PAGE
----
Australian news, and some related international items

Global warming and the disappearance of coral reefs

Scientists warn US coral reefs are on course to disappear within decades
New Noaa research shows that strict conservation measures in Hawaii have not spared corals from a warming ocean in one of its most prized bays,
Guardian, Oliver Milman, 30 May 17, Some of America’s most protected corals have been blighted by bleaching, with scientists warning that US reefs are on course to largely disappear within just a few decades because of global warming.

New research has shown that strict conservation measures in Hawaii have not spared corals from a warming ocean in one of its most prized bays, with the National Oceanic and Atmospheric Administration predicting yet more bleaching is likely off Hawaii and Florida this summer.

“I’m concerned because we could very well see bleaching return to Florida, parts of the Caribbean and Hawaii,” said Mark Eakin, a coral reef specialist at Noaa.

“It won’t be as severe as 2015, but we’ve now moved into a general pattern where warmer than normal temperatures are the new normal. US reefs have taken a severe beating. We are looking at the loss or at least severe degradation of most reefs in the the coming decades.”

A global coral bleaching event has shifted between the northern and southern hemispheres since 2014, affecting around 70% of the world’s reefs. The “terminal” condition of Australia’s sprawling Great Barrier Reef, which suffered bleaching along two-thirds of its 1,400-mile length in 2016 and 2017, has provoked the greatest alarm.

 But scientists have pointed out that America’s main reefs, found off Hawaii, Florida, Guam and Puerto Rico, are facing a largely unheralded disaster.

“The idea we will sustain reefs in the US 100 years from now is pure imagination. At the current rate it will be just 20 or 30 years, it’s just a question of time,” said Kim Cobb, an oceanographer at Georgia Tech. “The overall health of reefs will be severely compromised by the mid-point of the century and we are already seeing the first steps in that process.”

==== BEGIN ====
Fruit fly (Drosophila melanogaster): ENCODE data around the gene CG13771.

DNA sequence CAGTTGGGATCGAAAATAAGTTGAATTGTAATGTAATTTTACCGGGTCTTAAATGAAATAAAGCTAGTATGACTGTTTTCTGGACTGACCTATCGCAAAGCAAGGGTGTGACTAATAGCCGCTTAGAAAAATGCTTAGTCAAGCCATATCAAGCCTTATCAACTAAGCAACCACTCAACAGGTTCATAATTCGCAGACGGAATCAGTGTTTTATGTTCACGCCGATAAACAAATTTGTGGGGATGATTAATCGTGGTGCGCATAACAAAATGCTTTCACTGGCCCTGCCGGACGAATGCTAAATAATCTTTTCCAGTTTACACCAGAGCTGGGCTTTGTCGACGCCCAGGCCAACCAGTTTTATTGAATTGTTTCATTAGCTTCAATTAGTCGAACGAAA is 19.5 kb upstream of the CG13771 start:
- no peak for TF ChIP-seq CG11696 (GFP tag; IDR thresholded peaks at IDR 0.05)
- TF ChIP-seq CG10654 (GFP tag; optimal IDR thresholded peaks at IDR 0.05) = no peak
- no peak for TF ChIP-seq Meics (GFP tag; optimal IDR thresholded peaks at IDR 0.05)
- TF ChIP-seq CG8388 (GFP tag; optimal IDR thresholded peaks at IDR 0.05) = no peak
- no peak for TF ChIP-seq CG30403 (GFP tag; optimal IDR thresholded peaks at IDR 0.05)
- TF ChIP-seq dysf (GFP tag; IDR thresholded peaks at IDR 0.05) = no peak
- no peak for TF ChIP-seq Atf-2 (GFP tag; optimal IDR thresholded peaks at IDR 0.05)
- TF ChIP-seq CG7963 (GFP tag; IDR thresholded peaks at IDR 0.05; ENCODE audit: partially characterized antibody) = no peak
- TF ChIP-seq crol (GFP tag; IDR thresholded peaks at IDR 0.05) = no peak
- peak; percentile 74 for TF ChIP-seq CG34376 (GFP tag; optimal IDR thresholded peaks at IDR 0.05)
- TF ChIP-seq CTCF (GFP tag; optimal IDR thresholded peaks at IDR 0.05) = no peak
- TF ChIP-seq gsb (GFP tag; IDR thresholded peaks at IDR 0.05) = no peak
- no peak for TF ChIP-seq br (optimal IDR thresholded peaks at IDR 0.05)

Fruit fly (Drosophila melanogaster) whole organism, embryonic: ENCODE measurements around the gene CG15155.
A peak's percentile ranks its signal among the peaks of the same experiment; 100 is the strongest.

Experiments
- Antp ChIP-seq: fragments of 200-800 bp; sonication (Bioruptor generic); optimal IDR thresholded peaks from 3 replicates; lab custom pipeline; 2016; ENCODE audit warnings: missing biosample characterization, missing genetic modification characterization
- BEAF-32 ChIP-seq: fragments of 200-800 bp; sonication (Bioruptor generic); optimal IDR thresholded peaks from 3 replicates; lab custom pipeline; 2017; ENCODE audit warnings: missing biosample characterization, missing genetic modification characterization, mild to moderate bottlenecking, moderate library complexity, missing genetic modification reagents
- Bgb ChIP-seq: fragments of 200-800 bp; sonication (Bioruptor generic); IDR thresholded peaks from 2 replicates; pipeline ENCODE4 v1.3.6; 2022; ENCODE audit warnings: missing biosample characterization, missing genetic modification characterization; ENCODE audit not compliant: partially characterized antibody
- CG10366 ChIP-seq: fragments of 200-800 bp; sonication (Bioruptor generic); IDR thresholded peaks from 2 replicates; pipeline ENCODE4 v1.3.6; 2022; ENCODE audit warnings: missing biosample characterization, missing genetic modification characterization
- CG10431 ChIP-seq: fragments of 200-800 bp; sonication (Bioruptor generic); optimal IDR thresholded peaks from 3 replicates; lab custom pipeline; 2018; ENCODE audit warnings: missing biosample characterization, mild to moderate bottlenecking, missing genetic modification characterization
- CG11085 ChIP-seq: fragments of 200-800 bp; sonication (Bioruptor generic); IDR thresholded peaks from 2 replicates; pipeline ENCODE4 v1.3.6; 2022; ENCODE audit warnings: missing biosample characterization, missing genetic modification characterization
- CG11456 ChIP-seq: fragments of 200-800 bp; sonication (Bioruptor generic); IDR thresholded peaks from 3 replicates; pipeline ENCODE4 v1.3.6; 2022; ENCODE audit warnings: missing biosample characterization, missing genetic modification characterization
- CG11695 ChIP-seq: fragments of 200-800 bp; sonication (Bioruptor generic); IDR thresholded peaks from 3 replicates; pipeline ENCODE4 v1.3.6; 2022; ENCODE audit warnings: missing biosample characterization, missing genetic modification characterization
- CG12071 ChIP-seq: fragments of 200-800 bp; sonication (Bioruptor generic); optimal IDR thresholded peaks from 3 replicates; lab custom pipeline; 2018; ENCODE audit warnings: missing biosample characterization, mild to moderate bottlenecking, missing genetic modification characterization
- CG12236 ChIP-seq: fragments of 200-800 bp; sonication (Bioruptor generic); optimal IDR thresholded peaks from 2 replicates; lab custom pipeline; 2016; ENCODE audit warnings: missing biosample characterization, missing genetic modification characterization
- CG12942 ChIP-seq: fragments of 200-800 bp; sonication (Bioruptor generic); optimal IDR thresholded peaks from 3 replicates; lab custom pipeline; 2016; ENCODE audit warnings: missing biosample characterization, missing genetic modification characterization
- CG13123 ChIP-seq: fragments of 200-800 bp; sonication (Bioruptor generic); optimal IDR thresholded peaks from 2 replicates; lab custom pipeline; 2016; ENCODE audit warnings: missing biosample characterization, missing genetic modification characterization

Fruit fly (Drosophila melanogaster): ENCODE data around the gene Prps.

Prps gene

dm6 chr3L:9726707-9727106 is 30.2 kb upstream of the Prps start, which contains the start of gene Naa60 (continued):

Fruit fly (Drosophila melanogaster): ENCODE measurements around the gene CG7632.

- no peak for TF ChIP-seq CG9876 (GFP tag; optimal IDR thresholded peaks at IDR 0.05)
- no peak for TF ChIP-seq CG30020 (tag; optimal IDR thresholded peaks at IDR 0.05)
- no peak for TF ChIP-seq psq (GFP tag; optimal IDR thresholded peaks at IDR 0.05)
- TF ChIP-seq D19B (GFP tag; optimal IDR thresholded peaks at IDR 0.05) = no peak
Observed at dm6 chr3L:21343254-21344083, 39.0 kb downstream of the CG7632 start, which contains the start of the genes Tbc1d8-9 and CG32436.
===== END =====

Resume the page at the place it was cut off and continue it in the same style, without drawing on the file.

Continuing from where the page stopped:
Bleaching occurs when prolonged high temperatures in the ocean cause coral to expel the symbiotic algae that provides it with food and colour. The coral turns a ghostly white, and can die if tolerable conditions don’t return. The world’s oceans have absorbed more than 90% of the extra heat generated by the release of greenhouse gases from human activity.

Cobb said regular annual bleaching events, which recent research has forecast happening by the 2040s, will “undercut the resilience of these ecosystems”. Corals not killed off by bleaching are left weakened by the process and are less likely to survive if repeatedly subjected to above-average temperatures.

“As scientists we are breathlessly trying to catch up,” said Cobb. “Things started to run away from us around 10 years ago but we were perhaps a little naive in not realizing that.”

In 2014 and 2015, Hawaii’s coral reefs suffered up to 90% bleaching, with some areas losing half of their coral cover. New research now shows that even one of the most protected parts of the Hawaiian coast was ravaged by coral bleaching………

Severe bleaching has swept across the Pacific Ocean, Indian Ocean and the Caribbean, with some areas altered beyond recognition. More than 80% of shallow water reefs off Christmas Island, an Australian territory in the Indian Ocean, have died, while images released from a survey last year showed 90% bleaching of reefs around Okinawa, Japan……..

Coral reefs are found in less than 1% of the world’s oceans but support a riot of colour and life, with around a quarter of all marine species relying upon the nooks and crannies of reefs for food or shelter. Reefs also act as a crucial coastal buffer from storms and provide food and livelihoods for millions of people. A study published this month foundthe global reef tourism industry is worth around $36bn.

“In the US our reefs are worth a huge amount but I don’t know if people realize that, more attention would not hurt,” said Dona, co-author of the Hawaii reef study.

“There are places in the world that have lost a tremendous amount of coral and we have the same prognosis if we continue to burn fossil fuels in the way we are doing. We need to cut our carbon emissions because the corals just can’t handle it.”


June 5, 2017 - Posted by | Uncategorized

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